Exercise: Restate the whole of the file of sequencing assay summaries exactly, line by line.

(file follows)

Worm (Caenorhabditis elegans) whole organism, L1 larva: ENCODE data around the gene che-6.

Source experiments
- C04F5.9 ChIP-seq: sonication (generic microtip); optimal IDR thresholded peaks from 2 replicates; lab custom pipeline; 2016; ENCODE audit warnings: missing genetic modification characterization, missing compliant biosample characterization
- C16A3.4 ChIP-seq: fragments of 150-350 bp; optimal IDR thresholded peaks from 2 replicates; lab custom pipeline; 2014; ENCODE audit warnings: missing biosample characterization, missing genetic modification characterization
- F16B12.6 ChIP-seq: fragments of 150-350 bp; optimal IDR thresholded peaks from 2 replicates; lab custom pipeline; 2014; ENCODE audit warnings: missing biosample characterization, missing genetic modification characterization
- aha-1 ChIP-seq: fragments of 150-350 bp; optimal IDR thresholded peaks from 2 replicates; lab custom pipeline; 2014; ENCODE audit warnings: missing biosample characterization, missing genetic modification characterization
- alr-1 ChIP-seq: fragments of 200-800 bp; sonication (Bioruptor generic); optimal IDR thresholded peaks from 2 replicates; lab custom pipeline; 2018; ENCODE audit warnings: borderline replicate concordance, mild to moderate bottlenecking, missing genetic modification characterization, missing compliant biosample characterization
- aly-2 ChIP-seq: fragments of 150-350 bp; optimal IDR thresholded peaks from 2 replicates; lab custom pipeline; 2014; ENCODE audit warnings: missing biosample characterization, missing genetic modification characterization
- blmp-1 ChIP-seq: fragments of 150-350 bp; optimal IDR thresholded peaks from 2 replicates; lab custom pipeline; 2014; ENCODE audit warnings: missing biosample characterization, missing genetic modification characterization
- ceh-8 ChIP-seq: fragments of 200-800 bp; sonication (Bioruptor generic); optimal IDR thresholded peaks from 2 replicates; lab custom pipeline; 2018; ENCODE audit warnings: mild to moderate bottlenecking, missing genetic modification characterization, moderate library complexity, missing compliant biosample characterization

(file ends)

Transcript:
Worm (Caenorhabditis elegans) whole organism, L1 larva: ENCODE data around the gene che-6.

Source experiments
- C04F5.9 ChIP-seq: sonication (generic microtip); optimal IDR thresholded peaks from 2 replicates; lab custom pipeline; 2016; ENCODE audit warnings: missing genetic modification characterization, missing compliant biosample characterization
- C16A3.4 ChIP-seq: fragments of 150-350 bp; optimal IDR thresholded peaks from 2 replicates; lab custom pipeline; 2014; ENCODE audit warnings: missing biosample characterization, missing genetic modification characterization
- F16B12.6 ChIP-seq: fragments of 150-350 bp; optimal IDR thresholded peaks from 2 replicates; lab custom pipeline; 2014; ENCODE audit warnings: missing biosample characterization, missing genetic modification characterization
- aha-1 ChIP-seq: fragments of 150-350 bp; optimal IDR thresholded peaks from 2 replicates; lab custom pipeline; 2014; ENCODE audit warnings: missing biosample characterization, missing genetic modification characterization
- alr-1 ChIP-seq: fragments of 200-800 bp; sonication (Bioruptor generic); optimal IDR thresholded peaks from 2 replicates; lab custom pipeline; 2018; ENCODE audit warnings: borderline replicate concordance, mild to moderate bottlenecking, missing genetic modification characterization, missing compliant biosample characterization
- aly-2 ChIP-seq: fragments of 150-350 bp; optimal IDR thresholded peaks from 2 replicates; lab custom pipeline; 2014; ENCODE audit warnings: missing biosample characterization, missing genetic modification characterization
- blmp-1 ChIP-seq: fragments of 150-350 bp; optimal IDR thresholded peaks from 2 replicates; lab custom pipeline; 2014; ENCODE audit warnings: missing biosample characterization, missing genetic modification characterization
- ceh-8 ChIP-seq: fragments of 200-800 bp; sonication (Bioruptor generic); optimal IDR thresholded peaks from 2 replicates; lab custom pipeline; 2018; ENCODE audit warnings: mild to moderate bottlenecking, missing genetic modification characterization, moderate library complexity, missing compliant biosample characterization